Temple History Naesosa Temple, which means “Come Revive Temple,” in English, is located in Buan, Jeollabuk-do. Naesosa Temple is located just south of Gwaneum-bong (Gwanseeum-bosal Peak) in the southern part of Byeonsan Bando National Park. Naesosa Temple was first established in 633 A.D. by the monk Hyegu-duta in the Baekje Kingdom (18 B.C. – 660 A.D.). At that time, two temples were built. They were Daesoraesa Temple and Sosoraesa Temple. Daesoraesa Temple was later destroyed by fire, and all that remained of the two was Sosoraesa Temple. There’s a story that states that So Jeong-bang, a general from the Tang Dynasty (618-907 A.D.) visited Naesosa Temple and served as a…

  • Jeollabuk-do

    Songgwangsa Temple – 송광사 (Wanju, Jeollabuk-do)

    Temple History Songgwangsa Temple, which is located in Wanju, Jeollabuk-do, is situated south of Mt. Jongnamsan (608.3m). This Songgwangsa Temple, however, shouldn’t be confused with the more famous temple with the same name in Suncheon, Jeollanam-do. This Songgwangsa Temple was first founded in 867 A.D. by the monk Doui-guksa. Originally, when the temple was first constructed in 867 A.D., it was known as Baekryongsa Temple. Eventually, the temple would be renamed by the famed monk Jinul (1158-1210) during the Goryeo Dynasty (918-1392). After years of neglect, Jinul asked his disciples to renovate and rebuild the temple. Unfortunately, this wish wasn’t fulfilled by his disciples. The temple was largely destroyed during…

  • Jeollabuk-do

    Seonunsa Temple – 선운사 (Gochang, Jeollabuk-do)

    Temple History Seonunsa Temple, which is located in Gochang, Jeollabuk-do, means “Seon [Zen] Cloud Temple,” in English. The name of the temple implies how profound wisdom is found by staying in the clouds in the boundlessness of Seon meditation. Seonunsa Temple was first built in 577 A.D. by the monk Geumdan-seonsa of the Baekje Kingdom (18 B.C. to 660 A.D.). There are three myths about the founding of Seonunsa Temple. The first myth centres around the idea that King Jinheung of Silla (r.540 – 576 A.D.) spent the night in a cave on Mt. Dosolsan, which is where Seonunsa Temple is located on the northern foot of the range. King…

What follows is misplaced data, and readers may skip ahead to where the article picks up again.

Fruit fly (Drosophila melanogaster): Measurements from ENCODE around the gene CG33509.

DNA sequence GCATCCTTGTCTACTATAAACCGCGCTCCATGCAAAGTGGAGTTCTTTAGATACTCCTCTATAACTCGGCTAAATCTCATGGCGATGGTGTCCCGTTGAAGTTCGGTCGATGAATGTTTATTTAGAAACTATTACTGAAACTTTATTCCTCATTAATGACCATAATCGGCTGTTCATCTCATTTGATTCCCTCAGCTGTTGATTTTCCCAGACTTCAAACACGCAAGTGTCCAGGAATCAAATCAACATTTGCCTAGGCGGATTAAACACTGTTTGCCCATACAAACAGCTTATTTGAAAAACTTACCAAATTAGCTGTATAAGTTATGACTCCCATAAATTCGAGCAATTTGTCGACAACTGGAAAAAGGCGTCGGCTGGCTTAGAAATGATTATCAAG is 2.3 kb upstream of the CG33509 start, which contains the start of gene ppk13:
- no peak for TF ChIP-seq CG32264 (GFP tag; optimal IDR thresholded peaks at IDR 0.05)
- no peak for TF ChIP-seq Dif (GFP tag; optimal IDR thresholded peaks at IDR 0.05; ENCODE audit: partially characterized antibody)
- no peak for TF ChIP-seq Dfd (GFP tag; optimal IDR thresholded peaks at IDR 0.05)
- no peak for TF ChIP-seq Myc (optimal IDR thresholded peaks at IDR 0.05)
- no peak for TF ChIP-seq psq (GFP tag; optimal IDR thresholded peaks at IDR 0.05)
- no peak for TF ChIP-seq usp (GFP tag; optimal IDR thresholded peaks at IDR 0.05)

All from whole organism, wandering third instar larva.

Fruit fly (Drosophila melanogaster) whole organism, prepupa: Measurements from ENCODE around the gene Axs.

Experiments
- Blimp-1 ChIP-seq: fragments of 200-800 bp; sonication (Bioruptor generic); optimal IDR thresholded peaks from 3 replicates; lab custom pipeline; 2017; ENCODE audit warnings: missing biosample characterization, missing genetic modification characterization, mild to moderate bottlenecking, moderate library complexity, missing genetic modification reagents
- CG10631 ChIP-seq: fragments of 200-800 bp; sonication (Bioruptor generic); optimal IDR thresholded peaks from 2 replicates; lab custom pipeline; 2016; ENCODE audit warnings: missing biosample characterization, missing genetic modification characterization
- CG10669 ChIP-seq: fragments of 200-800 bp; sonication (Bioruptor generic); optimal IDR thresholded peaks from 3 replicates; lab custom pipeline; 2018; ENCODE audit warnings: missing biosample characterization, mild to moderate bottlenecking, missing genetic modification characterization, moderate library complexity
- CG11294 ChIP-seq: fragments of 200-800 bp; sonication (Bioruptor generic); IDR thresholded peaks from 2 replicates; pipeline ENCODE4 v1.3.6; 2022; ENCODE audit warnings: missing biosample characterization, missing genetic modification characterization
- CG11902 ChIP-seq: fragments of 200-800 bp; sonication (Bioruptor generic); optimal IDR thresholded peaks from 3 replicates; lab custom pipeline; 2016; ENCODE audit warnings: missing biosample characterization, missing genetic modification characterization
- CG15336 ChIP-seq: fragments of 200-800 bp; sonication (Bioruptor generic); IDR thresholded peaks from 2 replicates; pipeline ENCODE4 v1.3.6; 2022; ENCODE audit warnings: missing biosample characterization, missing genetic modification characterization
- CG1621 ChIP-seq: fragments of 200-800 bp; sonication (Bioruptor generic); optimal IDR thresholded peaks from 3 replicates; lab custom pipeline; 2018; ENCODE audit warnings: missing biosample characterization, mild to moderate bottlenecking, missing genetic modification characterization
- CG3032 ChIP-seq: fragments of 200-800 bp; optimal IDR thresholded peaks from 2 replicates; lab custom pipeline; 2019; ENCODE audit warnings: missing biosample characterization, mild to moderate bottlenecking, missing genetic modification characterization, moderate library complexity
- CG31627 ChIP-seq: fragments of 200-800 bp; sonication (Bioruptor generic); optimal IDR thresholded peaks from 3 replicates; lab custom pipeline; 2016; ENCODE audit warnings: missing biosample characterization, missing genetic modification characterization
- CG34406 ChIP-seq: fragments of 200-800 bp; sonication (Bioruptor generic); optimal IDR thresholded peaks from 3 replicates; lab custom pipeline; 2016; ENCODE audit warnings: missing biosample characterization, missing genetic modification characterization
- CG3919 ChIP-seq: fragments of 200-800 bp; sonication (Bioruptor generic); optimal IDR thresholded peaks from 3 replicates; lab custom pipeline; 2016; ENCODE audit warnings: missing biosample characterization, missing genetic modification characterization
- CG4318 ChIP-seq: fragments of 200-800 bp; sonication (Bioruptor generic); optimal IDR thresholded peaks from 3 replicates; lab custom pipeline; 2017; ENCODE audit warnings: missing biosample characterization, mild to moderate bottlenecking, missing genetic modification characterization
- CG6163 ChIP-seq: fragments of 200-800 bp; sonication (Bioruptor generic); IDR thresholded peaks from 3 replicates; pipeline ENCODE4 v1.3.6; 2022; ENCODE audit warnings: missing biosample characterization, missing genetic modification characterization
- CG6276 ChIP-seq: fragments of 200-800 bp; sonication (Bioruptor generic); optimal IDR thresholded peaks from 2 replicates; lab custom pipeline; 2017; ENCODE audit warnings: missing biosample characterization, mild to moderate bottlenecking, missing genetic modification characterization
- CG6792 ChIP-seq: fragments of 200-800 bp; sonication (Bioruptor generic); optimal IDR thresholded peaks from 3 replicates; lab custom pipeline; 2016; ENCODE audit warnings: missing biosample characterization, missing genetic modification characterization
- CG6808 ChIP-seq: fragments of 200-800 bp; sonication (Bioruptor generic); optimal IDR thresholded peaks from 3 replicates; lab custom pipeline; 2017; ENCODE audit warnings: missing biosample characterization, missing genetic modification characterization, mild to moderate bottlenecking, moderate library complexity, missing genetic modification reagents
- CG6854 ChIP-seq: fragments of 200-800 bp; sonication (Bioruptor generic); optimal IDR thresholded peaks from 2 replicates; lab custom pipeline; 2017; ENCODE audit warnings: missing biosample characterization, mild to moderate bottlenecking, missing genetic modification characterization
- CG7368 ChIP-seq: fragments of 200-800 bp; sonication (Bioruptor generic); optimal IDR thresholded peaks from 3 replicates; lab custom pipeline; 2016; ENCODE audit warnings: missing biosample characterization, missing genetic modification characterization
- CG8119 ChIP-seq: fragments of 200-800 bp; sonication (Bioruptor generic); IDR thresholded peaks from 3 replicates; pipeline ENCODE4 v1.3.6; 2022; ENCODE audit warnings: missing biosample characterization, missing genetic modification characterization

• Jeollabuk-do

    Tapsa Temple – 탑사 (Jinan, Jeollabuk-do)

    Temple History Tapsa Temple, which is located in Jinan, Jeollabuk-do, means “Pagoda Temple,” in English. The story of Tapsa Temple begins with the enigmatic layman Lee Gap Yong (1860-1957). Lee first came to Mt. Maisan (687 m), or “Horse Ear Mountain,” in English, at the age of 25. And for the next thirty years, Lee not only spent time meditating, but he single-handedly built one hundred and eight spherical stone pagodas. Of the one hundred and eight pagodas that were originally constructed, eighty of these pagodas still stand to this day at Tapsa Temple. Much later in life, Lee Gap Yong became an ordained monk with the Jogye-jong Order and…

  • Jeollabuk-do

    Geumsansa Temple – 금산사 (Gimje, Jeollabuk-do)

    Temple History Geumsansa Temple, which means “Golden Mountain Temple,” in English is located in a flat river valley on the western slopes of Moaksan Provincial Park in Gimje, Jeollabuk-do. Geumsansa Temple was first established in either 599 or 600 A.D., depending on the source, during the reign of King Beop of Baekje (r. 599-600 A.D.). When it was first built, it was rather unassuming and nothing like it is today. It wasn’t until 762 A.D., under the guidance of the monk Jinpyo (8th century), that Geumsansa Temple was rebuilt. Geumsansa Temple was rebuilt over a six year period. Numerous buildings at the temple were rebuilt at this time including the…